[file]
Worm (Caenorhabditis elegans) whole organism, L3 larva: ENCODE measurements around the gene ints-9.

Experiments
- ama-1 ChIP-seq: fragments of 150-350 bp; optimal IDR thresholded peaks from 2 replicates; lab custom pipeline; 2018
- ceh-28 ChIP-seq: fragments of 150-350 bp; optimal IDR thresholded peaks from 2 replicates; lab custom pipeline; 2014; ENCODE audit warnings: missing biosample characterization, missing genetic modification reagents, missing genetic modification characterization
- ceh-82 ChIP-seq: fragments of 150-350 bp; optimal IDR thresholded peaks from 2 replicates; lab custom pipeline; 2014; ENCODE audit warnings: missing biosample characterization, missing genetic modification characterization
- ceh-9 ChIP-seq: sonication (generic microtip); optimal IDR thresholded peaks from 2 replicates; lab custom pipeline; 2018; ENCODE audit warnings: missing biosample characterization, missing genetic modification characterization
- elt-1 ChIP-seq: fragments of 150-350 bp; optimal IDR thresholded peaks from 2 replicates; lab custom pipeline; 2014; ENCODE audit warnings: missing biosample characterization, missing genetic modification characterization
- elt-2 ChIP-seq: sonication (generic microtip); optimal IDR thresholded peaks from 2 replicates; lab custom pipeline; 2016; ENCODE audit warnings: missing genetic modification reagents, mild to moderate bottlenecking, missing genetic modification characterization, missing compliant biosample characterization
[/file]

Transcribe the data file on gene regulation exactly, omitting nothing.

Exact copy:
Worm (Caenorhabditis elegans) whole organism, L3 larva: ENCODE measurements around the gene ints-9.

Experiments
- ama-1 ChIP-seq: fragments of 150-350 bp; optimal IDR thresholded peaks from 2 replicates; lab custom pipeline; 2018
- ceh-28 ChIP-seq: fragments of 150-350 bp; optimal IDR thresholded peaks from 2 replicates; lab custom pipeline; 2014; ENCODE audit warnings: missing biosample characterization, missing genetic modification reagents, missing genetic modification characterization
- ceh-82 ChIP-seq: fragments of 150-350 bp; optimal IDR thresholded peaks from 2 replicates; lab custom pipeline; 2014; ENCODE audit warnings: missing biosample characterization, missing genetic modification characterization
- ceh-9 ChIP-seq: sonication (generic microtip); optimal IDR thresholded peaks from 2 replicates; lab custom pipeline; 2018; ENCODE audit warnings: missing biosample characterization, missing genetic modification characterization
- elt-1 ChIP-seq: fragments of 150-350 bp; optimal IDR thresholded peaks from 2 replicates; lab custom pipeline; 2014; ENCODE audit warnings: missing biosample characterization, missing genetic modification characterization
- elt-2 ChIP-seq: sonication (generic microtip); optimal IDR thresholded peaks from 2 replicates; lab custom pipeline; 2016; ENCODE audit warnings: missing genetic modification reagents, mild to moderate bottlenecking, missing genetic modification characterization, missing compliant biosample characterization